When a listing of approximately 10-15 ideas/concepts appears on the board, point out individual items. Ask the students if their group also came up with that item. Highlight (underline, circle, asterisk) those answers which most of the groups have. At the end of the activity, have students copy down those items/concepts into their notebooks that they want to explore further.
The teacher should also copy down the highlighted items/concepts onto a chart or board. The teacher's list should be prominently displayed and remain posted throughout the unit/lesson. This will serve as a visual "word wall," and will allow the students to instantly access these words, concepts and terms (along with their spelling, context and usage) at any given point throughout the lesson.
After the introductory activity, the next few class periods (Steps 1-2) should focus on expanding the students' prior knowledge about gun control-related information and how to evaluate information found on Web sites.
Introduce several of the students to the Web sites listed in the Media Components section. Since students will eventually conduct their own online research on a topic that is widely debated and therefore sometimes yields biased and unreliable information, the teacher should explain what makes the bookmarked sites reliable sources of information. Consult Yahooligans for a guide on evaluating Web sites or A+ Research & Writing's Search Strategy for helpful tips. The teacher should also discuss the difference between fact and opinion and how the two different kinds of information can be used in an argument. Have each group of students explore and evaluate one or two of the bookmarked sites for reliability of information by filling out the Graphic Organizer in the section. At the end of the lesson, have each group present their findings.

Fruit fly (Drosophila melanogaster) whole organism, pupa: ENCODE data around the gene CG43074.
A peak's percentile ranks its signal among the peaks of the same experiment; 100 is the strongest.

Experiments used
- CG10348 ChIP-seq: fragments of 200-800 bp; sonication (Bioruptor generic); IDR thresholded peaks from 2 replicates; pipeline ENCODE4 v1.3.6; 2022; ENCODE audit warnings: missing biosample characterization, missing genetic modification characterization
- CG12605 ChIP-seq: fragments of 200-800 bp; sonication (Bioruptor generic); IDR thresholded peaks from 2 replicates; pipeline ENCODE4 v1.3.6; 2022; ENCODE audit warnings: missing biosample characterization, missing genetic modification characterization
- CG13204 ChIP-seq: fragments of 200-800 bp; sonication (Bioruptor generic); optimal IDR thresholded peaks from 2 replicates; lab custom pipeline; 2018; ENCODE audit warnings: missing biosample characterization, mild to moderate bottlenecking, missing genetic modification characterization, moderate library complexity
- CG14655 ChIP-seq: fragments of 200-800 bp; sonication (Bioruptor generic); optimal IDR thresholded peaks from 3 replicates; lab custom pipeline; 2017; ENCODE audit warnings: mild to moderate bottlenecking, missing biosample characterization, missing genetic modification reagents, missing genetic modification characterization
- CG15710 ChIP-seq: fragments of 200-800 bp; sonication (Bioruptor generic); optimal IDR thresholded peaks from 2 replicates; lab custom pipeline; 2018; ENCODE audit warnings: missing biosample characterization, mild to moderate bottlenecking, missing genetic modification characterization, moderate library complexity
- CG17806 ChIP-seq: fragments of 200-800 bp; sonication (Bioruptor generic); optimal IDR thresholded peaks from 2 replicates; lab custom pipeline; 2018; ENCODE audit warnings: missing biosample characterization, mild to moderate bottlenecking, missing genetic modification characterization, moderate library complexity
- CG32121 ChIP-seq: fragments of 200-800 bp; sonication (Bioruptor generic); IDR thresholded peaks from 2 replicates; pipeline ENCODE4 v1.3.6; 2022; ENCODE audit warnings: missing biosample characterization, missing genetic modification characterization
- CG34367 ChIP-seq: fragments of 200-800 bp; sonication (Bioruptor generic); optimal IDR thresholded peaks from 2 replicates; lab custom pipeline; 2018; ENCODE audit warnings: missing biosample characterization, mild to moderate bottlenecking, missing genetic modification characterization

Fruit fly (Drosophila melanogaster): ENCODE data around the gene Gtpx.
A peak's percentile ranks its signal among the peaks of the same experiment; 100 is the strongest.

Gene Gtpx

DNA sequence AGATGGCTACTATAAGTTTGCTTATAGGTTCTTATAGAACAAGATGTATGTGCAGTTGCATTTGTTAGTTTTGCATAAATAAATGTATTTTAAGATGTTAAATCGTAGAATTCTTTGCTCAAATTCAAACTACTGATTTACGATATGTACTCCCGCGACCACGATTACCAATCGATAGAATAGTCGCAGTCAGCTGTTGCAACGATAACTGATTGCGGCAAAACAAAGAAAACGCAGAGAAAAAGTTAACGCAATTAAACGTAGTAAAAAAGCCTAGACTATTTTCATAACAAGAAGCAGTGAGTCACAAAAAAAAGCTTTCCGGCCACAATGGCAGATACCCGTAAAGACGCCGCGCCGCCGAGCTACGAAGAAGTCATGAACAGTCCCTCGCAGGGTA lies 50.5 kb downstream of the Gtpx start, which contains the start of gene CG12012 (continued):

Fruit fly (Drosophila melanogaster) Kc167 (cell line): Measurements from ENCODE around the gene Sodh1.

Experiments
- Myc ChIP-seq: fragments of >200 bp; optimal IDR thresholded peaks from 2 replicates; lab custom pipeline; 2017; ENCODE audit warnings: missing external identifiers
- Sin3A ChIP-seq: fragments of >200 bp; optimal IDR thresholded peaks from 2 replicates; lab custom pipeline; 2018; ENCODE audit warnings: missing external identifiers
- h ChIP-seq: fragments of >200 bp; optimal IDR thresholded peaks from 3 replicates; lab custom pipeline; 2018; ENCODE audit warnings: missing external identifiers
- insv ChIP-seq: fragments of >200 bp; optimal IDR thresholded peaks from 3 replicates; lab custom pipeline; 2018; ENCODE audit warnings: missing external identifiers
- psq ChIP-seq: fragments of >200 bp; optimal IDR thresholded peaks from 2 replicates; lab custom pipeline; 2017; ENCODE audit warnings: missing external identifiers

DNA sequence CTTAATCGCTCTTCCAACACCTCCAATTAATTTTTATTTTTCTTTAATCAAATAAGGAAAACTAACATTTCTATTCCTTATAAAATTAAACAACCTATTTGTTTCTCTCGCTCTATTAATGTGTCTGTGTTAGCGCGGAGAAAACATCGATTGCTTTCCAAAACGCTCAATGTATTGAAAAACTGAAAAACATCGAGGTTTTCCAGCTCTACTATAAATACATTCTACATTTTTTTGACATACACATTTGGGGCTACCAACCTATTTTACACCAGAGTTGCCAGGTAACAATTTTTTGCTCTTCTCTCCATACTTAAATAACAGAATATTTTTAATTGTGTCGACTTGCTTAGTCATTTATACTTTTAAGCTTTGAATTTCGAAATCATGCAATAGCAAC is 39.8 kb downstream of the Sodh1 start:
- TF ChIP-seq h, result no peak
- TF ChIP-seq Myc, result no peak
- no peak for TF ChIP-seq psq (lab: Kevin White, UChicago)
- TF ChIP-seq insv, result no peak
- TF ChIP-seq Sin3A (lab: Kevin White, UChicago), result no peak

Once all the students have been sufficiently exposed to the Web sites, it is time to introduce the assignment. Inform the students that their work will have several components: a research component, a written component, and eventually an oral/verbal component.